Do we read the language of the “other” in order to recognize our similarities and respect our common origin in a benevolent Creator? Or do we run to battle stations over perceived differences? Are we open to learning and discovering or imprisoned by fear? As Job and more recently Elizabeth Johnson suggest, perhaps we need to connect more intimately with this great, teeming planet of life on which we live, to “ask the beasts.” If they can coexist, can’t we?

    Yes, my suggestion is childish and impractical and flies in the face of human history…but we need to start somewhere, don’t we?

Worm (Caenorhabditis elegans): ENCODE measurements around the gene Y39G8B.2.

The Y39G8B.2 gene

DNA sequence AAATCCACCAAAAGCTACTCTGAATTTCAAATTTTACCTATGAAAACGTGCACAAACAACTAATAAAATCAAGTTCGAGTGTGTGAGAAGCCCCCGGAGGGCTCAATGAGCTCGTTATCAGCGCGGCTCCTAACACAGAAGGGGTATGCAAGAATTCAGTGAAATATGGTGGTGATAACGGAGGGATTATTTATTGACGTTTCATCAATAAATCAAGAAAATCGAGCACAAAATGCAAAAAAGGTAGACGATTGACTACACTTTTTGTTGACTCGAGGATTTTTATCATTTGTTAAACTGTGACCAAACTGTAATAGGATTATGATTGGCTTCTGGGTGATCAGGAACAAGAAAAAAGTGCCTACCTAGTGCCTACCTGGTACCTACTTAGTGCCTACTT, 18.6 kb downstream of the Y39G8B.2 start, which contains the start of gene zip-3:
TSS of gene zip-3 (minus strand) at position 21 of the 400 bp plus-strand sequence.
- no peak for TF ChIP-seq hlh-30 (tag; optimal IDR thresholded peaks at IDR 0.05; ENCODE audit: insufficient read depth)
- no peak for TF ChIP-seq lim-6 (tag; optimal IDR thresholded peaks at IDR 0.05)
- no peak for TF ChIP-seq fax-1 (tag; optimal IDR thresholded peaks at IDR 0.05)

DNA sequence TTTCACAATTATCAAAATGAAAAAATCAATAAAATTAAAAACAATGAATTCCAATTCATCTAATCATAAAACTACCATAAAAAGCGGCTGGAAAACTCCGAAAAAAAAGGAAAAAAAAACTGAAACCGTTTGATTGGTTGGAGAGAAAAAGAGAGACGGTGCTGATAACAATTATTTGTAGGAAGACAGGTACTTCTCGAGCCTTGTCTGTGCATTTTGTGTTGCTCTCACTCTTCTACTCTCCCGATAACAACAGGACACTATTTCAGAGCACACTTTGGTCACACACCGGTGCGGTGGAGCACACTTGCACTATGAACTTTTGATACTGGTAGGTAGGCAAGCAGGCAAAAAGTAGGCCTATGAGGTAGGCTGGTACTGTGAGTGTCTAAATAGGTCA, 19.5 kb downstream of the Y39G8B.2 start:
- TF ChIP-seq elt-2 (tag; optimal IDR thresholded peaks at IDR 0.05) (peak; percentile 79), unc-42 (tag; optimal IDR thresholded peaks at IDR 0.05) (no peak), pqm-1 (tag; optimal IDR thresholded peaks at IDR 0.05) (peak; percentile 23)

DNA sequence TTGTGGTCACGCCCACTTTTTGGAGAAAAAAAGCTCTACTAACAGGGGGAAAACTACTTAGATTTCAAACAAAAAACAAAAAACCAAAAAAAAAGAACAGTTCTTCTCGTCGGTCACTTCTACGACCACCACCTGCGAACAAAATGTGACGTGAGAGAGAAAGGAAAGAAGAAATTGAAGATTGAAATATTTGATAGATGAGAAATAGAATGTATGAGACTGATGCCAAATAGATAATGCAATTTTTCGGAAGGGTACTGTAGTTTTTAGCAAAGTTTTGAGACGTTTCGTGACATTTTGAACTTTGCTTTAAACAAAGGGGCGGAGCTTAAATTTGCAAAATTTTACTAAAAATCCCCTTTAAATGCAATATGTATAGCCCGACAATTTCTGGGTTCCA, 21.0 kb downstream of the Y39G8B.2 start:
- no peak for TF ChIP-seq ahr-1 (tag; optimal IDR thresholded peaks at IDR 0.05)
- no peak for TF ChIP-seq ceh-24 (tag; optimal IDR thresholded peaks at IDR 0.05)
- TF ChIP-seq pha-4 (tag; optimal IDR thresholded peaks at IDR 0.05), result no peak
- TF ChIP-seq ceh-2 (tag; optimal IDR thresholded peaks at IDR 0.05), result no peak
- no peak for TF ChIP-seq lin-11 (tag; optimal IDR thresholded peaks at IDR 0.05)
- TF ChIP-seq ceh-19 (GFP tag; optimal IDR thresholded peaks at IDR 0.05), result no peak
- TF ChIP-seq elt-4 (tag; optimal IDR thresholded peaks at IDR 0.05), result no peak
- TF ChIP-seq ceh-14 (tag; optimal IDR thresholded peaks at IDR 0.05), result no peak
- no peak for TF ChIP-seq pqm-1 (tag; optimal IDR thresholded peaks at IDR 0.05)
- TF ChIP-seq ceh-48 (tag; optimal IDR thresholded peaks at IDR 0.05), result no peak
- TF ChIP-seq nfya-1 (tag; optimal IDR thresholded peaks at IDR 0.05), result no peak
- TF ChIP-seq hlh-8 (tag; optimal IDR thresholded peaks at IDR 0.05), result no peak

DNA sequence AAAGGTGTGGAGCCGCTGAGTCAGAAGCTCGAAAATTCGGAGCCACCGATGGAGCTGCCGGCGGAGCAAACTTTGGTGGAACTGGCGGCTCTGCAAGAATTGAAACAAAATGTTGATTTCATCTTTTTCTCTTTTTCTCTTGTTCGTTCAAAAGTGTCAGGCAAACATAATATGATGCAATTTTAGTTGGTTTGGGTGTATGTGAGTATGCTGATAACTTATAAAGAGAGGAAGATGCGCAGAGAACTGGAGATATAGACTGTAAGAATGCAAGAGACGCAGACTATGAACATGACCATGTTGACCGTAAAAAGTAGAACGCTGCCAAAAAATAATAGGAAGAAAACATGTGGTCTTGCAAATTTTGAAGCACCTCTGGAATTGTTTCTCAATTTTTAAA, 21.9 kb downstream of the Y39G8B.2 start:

2. Not childish at all. I would say profound. I suggest we all read Ask the Beasts and in the process drop all of our divisive controlling actions from the Curia to the the average person in the proverbial pew.
    I have the book for my retreat.
    Than you, Mel and of course Richard Vosko whose homilies are the best I get week after week.


  3. Not childish at all, Mel. I would say profound. I suggest we all read Ask the Beasts and in the process drop all of our divisive controlling attitudes and actions beginning with the Curia down to the faithful persons in the proverbial pews
    I have the book for my retreat.
    Than you, Mel, and of course Richard Vosko as well whose homilies are the best I get every weekend.


  4. Sunday’s homily was great .I learned a lot. Thank you.